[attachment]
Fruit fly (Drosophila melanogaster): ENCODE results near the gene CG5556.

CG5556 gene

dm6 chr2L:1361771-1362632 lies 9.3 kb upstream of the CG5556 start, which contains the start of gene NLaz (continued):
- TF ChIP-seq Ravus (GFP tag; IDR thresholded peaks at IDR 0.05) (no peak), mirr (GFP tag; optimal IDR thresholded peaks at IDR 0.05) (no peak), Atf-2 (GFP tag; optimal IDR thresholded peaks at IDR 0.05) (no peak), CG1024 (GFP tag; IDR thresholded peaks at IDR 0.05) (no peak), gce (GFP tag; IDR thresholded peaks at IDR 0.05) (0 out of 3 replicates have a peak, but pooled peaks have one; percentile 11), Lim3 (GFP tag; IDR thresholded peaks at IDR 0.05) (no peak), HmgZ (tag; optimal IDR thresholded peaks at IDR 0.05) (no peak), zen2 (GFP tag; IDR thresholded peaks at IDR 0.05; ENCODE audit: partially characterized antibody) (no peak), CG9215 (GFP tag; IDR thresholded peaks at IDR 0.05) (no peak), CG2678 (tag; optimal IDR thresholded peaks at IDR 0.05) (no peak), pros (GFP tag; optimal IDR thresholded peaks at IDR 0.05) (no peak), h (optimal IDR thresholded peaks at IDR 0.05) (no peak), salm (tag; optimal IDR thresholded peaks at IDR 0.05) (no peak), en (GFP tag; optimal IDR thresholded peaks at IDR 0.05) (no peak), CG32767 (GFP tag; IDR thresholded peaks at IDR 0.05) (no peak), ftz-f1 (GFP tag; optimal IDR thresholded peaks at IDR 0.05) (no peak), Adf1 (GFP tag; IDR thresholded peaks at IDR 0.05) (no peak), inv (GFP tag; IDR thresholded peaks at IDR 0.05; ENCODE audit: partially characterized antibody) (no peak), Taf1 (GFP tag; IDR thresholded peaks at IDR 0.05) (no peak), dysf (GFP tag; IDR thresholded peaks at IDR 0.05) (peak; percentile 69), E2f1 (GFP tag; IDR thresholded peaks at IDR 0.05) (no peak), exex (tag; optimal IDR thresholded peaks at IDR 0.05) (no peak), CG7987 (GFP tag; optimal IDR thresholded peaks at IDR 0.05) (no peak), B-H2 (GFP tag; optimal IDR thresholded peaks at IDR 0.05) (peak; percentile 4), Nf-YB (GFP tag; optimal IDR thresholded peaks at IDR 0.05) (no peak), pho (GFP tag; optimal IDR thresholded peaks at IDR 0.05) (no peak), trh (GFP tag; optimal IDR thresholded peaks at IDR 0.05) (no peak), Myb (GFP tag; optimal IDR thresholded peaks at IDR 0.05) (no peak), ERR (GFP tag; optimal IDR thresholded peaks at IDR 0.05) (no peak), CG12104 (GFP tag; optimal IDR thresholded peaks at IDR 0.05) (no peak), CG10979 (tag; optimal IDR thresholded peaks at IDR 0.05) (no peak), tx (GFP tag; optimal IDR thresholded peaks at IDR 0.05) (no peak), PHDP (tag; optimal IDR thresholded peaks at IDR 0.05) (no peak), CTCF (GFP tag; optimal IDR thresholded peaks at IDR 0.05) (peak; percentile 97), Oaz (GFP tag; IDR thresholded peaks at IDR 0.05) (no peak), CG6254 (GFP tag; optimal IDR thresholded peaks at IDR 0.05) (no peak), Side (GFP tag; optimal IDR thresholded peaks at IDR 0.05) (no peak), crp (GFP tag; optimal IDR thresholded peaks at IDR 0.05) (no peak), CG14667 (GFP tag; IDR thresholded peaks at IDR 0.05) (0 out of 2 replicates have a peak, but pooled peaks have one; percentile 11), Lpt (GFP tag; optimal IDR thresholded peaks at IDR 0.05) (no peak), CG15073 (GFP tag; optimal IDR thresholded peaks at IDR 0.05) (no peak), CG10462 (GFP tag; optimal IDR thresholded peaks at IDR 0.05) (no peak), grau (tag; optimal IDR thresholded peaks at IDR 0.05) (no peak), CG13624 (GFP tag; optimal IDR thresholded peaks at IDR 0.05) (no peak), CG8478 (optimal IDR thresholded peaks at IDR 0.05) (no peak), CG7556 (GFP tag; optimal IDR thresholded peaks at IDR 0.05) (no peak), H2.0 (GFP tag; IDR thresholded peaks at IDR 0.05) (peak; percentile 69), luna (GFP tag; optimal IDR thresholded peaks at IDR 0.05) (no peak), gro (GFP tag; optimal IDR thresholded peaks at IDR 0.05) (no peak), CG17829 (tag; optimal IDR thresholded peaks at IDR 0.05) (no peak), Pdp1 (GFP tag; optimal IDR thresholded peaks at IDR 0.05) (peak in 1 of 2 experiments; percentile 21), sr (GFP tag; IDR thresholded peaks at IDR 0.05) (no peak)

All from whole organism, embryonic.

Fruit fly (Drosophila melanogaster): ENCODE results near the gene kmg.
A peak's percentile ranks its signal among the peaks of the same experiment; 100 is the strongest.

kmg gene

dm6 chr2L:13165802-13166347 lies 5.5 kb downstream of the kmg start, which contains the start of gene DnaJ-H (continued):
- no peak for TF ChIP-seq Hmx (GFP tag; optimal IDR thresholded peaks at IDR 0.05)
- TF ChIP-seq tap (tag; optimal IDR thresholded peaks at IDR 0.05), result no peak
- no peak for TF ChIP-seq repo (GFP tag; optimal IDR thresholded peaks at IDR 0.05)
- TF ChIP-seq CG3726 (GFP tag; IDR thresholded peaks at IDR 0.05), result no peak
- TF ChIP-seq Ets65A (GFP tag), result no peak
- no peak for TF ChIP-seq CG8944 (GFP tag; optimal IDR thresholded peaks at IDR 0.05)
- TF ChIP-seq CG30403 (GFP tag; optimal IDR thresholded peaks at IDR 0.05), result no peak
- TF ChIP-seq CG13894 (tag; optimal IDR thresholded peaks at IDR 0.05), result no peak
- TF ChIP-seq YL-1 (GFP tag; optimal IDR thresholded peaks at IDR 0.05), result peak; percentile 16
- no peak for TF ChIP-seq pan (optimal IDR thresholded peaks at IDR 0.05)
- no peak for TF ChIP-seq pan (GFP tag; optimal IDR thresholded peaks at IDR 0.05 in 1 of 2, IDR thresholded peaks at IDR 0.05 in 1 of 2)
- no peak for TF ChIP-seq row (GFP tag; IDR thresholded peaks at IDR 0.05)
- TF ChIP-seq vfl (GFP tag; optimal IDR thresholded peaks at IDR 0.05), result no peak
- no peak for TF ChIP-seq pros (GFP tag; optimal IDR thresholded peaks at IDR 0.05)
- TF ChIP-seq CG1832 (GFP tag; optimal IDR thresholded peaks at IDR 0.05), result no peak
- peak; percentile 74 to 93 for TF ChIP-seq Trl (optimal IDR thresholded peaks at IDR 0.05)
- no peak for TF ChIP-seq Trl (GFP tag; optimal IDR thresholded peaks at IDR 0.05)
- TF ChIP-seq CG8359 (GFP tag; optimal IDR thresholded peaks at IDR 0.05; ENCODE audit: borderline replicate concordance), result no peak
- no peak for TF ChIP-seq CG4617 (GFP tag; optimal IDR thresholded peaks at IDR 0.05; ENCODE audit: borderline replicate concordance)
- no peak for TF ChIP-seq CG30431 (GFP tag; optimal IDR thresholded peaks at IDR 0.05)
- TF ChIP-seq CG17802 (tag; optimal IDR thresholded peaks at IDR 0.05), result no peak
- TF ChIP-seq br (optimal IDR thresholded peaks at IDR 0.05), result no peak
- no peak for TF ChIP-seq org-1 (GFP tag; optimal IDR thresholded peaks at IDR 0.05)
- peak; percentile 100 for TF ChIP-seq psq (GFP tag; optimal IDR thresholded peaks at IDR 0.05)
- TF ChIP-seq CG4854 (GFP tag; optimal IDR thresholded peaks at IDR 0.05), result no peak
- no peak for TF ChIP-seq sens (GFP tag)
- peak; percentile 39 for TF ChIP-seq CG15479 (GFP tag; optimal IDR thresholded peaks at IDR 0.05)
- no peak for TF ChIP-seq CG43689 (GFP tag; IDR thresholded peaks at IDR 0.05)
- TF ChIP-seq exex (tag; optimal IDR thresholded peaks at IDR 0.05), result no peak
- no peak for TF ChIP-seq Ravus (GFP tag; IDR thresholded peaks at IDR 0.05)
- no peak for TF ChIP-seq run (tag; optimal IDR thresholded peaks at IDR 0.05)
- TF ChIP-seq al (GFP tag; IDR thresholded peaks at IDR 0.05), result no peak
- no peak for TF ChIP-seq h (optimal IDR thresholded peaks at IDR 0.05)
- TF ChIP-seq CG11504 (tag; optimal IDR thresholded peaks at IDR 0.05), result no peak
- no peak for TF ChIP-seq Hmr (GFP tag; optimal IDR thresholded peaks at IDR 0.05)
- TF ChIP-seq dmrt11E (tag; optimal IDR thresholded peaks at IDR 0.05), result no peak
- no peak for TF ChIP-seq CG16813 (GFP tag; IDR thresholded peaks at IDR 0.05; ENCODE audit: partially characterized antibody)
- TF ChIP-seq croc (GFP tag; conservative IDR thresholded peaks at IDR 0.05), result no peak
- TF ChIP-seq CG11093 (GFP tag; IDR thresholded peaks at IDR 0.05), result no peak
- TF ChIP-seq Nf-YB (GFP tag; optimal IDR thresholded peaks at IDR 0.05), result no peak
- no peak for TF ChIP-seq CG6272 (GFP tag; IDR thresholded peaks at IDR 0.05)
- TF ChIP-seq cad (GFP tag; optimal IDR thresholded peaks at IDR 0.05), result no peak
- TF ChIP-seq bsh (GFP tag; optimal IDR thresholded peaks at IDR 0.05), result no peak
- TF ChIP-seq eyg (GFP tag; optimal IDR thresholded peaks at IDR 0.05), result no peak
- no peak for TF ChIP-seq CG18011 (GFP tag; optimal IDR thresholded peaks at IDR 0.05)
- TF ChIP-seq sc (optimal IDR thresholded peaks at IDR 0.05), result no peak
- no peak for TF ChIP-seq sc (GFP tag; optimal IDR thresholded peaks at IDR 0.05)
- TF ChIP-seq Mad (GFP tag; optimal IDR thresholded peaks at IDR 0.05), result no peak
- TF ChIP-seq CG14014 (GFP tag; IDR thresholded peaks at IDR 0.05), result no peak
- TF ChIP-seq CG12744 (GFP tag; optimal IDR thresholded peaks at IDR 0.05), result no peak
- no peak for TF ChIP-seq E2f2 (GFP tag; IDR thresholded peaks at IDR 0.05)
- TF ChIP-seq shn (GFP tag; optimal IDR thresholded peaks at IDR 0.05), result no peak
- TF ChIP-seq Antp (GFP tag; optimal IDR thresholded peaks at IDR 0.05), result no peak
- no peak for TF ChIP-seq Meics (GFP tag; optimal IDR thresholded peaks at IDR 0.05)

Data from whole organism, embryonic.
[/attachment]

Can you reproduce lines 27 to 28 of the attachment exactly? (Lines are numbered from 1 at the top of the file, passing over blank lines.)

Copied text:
- TF ChIP-seq CG8359 (GFP tag; optimal IDR thresholded peaks at IDR 0.05; ENCODE audit: borderline replicate concordance), result no peak
- no peak for TF ChIP-seq CG4617 (GFP tag; optimal IDR thresholded peaks at IDR 0.05; ENCODE audit: borderline replicate concordance)